By: Northwest Management, Inc.
For many decades the forest management on public lands debate has been like a pendulum swinging the focus from commercial uses to environmental values, but tools like the Collaborative Forest Landscape Restoration Program, Tribal Forest Protection Act, and the Wildland Fire Leadership Conference seek landscape level, multi-ownership solutions that protect ecological diversity and processes while also providing for active management that supports the economic stability of resource-dependent communities.
Similarly, in 2012 the Intertribal Timber Council, backed by a multi-year grant from the U.S. Forest Service Pacific Northwestern Region, kicked off the Anchor Forest Pilot Project to explore not only the barriers to science-based forest management, but also the tools that can be leveraged to break down those barriers and find new paths forward. While an Anchor Forest may look different in different landscapes, Steve Andringa, Yakama Nation Tribal Forestry Program Manager, defined it best as, “a relatively large multi-ownership area that will support sustainable long-term wood and biomass production levels backed by local infrastructure and technical expertise, and endorsed politically and publicly to achieve the desired land management objectives.” The Anchor Forest concept has four main objectives:
- A reasonable expectation for sustainable wood commodity production, local community benefits and ecosystem services;
- Production levels sufficient to support economically viable manufacturing, processing, and work force infrastructure within the forestry sector to maintain the ability to address declining forest ecosystem health;
- Long-term management plans supported by inventory systems, professional staff, and geographic information systems; and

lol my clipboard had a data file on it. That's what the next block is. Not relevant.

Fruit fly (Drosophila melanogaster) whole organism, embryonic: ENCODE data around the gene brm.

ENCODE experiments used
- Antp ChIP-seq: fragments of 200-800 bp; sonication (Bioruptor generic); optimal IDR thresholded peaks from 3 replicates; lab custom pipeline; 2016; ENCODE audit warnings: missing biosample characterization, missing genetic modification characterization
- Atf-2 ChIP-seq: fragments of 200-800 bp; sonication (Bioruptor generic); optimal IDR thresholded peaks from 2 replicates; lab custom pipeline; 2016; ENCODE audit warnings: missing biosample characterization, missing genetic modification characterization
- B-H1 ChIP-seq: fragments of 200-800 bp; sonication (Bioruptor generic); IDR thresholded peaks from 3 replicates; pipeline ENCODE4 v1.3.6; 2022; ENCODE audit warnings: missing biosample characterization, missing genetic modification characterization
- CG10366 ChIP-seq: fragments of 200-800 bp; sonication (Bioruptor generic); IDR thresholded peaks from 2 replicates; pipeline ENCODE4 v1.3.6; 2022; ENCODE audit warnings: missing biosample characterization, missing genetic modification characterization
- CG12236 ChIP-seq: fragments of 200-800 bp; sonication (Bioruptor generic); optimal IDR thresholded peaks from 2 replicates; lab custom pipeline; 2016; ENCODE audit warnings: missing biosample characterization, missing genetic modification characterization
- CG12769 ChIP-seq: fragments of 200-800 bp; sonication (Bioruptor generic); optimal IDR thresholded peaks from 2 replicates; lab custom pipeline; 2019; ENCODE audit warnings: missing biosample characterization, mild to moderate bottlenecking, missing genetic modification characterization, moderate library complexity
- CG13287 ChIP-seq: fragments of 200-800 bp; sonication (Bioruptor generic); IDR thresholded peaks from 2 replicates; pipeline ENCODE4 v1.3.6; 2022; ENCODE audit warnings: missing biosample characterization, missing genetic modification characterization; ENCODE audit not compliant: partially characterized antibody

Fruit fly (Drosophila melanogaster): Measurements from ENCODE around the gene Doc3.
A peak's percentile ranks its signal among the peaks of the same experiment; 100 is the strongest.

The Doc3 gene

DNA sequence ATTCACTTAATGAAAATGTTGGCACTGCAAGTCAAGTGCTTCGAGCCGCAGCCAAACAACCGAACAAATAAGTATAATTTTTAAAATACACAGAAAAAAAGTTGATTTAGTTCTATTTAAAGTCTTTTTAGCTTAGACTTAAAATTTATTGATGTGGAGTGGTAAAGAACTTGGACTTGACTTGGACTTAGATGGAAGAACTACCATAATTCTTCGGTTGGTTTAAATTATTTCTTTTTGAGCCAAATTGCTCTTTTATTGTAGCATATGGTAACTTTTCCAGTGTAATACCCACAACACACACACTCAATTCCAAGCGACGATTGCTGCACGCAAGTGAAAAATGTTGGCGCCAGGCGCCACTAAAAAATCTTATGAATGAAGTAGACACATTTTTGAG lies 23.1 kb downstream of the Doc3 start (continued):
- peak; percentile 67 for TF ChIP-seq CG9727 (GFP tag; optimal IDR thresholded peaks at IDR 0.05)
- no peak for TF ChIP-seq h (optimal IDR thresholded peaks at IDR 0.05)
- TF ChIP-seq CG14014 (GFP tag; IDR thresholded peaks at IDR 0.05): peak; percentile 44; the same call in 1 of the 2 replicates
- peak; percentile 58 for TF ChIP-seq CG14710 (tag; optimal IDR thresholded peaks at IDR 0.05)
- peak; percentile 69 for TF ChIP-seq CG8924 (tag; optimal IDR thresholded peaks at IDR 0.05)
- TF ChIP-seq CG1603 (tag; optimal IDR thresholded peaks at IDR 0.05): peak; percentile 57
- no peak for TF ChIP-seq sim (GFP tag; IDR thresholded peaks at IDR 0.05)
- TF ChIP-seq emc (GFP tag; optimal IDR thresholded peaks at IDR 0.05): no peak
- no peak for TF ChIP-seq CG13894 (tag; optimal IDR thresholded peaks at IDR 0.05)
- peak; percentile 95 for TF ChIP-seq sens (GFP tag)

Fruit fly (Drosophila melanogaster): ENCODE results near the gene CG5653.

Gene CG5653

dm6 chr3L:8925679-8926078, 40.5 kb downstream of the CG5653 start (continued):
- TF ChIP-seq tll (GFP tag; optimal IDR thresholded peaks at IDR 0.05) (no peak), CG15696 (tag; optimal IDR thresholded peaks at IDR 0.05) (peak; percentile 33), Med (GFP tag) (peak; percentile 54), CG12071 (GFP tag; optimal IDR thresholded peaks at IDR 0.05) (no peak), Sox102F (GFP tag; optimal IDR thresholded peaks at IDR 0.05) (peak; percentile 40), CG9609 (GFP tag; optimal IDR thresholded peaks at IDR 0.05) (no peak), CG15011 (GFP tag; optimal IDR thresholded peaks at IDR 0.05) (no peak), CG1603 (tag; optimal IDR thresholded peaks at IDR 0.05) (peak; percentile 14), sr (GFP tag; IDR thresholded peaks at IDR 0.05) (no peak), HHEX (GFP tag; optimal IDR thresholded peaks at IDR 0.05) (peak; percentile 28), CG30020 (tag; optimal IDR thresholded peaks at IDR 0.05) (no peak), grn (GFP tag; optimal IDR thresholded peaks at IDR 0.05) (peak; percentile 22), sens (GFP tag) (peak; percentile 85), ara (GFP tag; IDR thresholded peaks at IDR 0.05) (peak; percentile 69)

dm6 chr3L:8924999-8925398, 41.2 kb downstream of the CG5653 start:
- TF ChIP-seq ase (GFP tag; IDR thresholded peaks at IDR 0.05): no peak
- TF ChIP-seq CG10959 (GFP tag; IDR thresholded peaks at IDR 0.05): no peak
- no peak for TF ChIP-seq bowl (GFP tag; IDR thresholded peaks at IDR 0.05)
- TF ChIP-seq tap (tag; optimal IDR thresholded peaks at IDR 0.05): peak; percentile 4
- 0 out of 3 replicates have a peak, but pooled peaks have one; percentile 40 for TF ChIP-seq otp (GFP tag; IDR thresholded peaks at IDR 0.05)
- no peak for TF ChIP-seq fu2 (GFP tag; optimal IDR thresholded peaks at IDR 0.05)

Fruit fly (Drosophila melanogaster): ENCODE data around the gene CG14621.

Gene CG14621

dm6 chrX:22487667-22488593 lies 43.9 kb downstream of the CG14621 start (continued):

- Institutional and operational capacity for implementation.
Regardless of the ownership or designation, forests across the nation are facing threats from wildland fire, fragmentation, climate change, and mortality from insect and disease infestations. In addition, infrastructure for management, harvesting, transportation, and processing of forest products is rapidly deteriorating. The loss of processing infrastructure, operational capacity, and local expertise undermines sustainable forest management efforts on both public and private lands.
The Anchor Forest Assessment Project, led by an oversight committee convened by the Intertribal Timber Council, contracted with Northwest Management, Inc. to evaluate the potential for an Anchor Forest to serve as the vehicle for retaining “working forests” in three study areas; South Central Washington, North Central Washington, and Northeast Washington. Each study area was selected given their current ownership patterns, organizational culture, forest condition, and infrastructural capacity. The lessons learned from this project will help inform decisions regarding the potential value of Anchor Forests for maintaining and restoring healthy landscapes in eastern Washington and throughout other regions of the country.
The Anchor Forest concept has a simple premise. Balanced social/cultural, economic and ecologic forest management will sustain ecosystem services and the desired forestland values while reducing the threats of catastrophic wildfire. Anchor Forests are intended to provide a foundation to foster the development of a common vision through collaboration and cooperation across ownership boundaries and among varying interests.
For more information on the Anchor Forest Pilot Project, visit www.anchorforest.org.